Kolkata: Sporadic incidents of violence were reported from various parts of West Bengal as trade union activists backed by Left and Congress members tried to enforce the 24-hour strike.
The strikers blocked trains and road traffic in several parts of the state, affecting normal life.
The protesters tried to break past barricades in Kolkata’s Jadavpur and Central Avenue areas, prompting the police to use force. Several strikers were arrested. In Dum Dum and Lake Town areas, clashes broke out between the Left supporters, who took out rallies in support of the strike, and Trinamul supporters who were opposing it.
Country-made bombs were found on various roads in Barasat area of North 24 Paraganas district, the police said. The strikers also took out rallies in the industrial belt of the district and blocked roads and railway tracks.
The police removed them to ensure movement of vehicles without a hitch. Daily commuters and office-goers across the state had a tough time as the number of vehicles plying on the roads was much less than other days.
West Bengal Chief Minister Mamata Banerjee accused the CPI(M)-led Left Front of gaining “cheap publicity” by calling frequent bandhs.
Denouncing the violence, she told the Left that “political death” is a “better” option than “cheap publicity.” The Trinamul Congress supremo called the CPI(M) in Kerala “far better” than the Marxists in Bengal. “Bandh by force would not happen in Bengal. It was not allowed and it will not be allowed. They find themselves getting totally rejected in every bandh,” she said angrily at Sagar Island in South 24 Parganas.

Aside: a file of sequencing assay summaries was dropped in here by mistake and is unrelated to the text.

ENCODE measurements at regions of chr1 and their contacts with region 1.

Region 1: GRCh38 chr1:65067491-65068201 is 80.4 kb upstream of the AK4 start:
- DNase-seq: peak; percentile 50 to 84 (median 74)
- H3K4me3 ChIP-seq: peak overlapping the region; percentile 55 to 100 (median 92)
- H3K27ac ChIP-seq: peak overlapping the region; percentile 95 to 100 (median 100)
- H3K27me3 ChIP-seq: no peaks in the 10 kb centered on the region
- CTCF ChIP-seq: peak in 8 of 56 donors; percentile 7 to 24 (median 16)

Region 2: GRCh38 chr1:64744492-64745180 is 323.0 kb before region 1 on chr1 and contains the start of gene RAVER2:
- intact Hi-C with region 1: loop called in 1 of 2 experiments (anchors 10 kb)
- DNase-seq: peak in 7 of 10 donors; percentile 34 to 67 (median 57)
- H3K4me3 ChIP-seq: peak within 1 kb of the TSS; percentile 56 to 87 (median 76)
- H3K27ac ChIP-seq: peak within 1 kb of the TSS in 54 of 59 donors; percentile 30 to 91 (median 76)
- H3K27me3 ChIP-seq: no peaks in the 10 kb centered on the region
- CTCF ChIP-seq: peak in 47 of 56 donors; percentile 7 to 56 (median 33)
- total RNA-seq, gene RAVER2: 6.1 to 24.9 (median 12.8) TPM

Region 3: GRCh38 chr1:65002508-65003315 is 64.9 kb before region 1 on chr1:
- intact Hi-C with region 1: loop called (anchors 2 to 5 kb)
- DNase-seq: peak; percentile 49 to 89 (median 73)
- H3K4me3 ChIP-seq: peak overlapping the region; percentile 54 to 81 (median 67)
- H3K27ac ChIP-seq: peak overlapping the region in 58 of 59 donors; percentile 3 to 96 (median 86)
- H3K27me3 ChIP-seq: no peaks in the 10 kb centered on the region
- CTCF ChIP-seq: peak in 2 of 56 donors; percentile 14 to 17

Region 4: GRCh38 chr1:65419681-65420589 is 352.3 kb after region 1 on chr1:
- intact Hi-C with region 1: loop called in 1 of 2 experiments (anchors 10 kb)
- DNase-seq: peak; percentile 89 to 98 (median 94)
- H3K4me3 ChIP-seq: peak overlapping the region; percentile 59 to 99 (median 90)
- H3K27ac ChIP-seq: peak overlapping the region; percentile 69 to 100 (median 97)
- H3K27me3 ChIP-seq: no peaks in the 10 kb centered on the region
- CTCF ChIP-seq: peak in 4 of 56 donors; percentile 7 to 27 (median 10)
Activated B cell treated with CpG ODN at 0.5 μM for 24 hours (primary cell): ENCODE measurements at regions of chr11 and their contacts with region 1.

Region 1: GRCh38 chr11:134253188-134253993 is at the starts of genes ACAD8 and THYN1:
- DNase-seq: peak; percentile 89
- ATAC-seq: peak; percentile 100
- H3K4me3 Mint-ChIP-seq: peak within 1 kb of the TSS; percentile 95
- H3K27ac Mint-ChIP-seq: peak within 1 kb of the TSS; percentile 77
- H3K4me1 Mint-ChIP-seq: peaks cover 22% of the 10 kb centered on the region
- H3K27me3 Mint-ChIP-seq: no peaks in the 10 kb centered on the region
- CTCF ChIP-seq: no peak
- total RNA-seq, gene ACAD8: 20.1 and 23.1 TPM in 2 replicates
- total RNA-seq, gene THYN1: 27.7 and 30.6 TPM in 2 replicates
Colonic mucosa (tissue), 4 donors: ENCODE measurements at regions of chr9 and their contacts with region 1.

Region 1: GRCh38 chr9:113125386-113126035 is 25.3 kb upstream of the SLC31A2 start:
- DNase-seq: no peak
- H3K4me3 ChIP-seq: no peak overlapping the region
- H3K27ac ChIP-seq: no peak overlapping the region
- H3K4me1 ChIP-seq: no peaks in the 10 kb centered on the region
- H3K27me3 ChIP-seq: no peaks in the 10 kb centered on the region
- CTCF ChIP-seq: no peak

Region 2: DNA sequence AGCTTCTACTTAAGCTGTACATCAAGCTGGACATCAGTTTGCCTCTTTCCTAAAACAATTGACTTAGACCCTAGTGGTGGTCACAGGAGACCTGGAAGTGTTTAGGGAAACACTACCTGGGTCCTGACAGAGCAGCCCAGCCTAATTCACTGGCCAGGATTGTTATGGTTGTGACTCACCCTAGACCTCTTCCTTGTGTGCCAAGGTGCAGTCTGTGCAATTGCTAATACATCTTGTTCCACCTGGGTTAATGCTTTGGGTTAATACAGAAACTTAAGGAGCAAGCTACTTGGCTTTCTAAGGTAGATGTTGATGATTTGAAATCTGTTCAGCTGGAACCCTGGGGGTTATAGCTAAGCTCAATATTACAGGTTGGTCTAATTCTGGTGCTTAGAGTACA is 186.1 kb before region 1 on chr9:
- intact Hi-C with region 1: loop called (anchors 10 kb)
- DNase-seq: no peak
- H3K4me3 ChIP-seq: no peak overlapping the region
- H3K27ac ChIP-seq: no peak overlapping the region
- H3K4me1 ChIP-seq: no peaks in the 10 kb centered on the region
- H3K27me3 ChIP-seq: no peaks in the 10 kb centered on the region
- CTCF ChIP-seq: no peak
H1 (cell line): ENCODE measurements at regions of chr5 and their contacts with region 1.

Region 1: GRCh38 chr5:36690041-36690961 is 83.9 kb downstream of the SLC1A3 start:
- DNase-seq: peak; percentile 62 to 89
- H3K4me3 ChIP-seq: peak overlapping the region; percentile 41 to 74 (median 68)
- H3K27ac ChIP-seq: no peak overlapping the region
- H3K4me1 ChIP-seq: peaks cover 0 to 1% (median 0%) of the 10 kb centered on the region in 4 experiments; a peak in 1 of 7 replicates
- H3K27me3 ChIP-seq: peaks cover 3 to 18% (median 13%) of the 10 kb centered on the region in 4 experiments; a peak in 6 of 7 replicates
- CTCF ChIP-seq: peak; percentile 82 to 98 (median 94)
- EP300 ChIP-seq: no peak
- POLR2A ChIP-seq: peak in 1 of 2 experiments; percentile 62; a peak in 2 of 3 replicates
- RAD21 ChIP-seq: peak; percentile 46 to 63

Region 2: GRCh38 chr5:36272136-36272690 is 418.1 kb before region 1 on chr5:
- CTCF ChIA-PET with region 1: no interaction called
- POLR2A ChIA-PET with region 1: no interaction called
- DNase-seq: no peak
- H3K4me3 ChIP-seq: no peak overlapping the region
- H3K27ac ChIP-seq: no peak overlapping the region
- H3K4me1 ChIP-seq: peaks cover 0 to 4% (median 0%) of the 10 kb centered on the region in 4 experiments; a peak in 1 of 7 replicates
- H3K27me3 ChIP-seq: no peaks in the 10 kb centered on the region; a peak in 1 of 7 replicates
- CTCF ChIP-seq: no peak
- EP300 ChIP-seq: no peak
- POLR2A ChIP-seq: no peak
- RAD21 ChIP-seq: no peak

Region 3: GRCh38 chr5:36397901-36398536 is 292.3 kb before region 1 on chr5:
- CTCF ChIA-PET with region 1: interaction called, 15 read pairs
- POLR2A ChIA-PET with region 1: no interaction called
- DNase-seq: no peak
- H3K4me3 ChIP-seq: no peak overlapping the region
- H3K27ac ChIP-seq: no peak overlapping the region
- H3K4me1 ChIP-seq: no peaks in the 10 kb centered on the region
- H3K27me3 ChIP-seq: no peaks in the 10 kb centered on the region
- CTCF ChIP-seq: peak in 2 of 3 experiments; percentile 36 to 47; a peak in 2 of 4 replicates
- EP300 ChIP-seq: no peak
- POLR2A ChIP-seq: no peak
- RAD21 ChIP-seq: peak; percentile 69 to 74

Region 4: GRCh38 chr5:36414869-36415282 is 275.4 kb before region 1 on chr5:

Banerjee noted, “Still they call four bandhs a year. I do not know why they do it. They feel they would get cheap publicity by calling a bandh and hurling bombs at bus. Political death is better than such publicity. Stop hooliganism in a movement’s name. The party has become a signboard here after doing hooliganism. Kerala CPI(M) is far better than them.”
Normal life was also somewhat hit in BJP-ruled Assam as vehicles remained off the roads and markets were shut. Shops and markets kept their shutters down though pharmacies were open, while educational institutions, especially schools, remained closed. The scheduled exams in colleges and higher educational institutions were, however, held normally. Public transport, both local and long distance, kept off the roads. Petrol pumps were also shut.
Though most private offices were not operating, state government offices were open with employees attending work.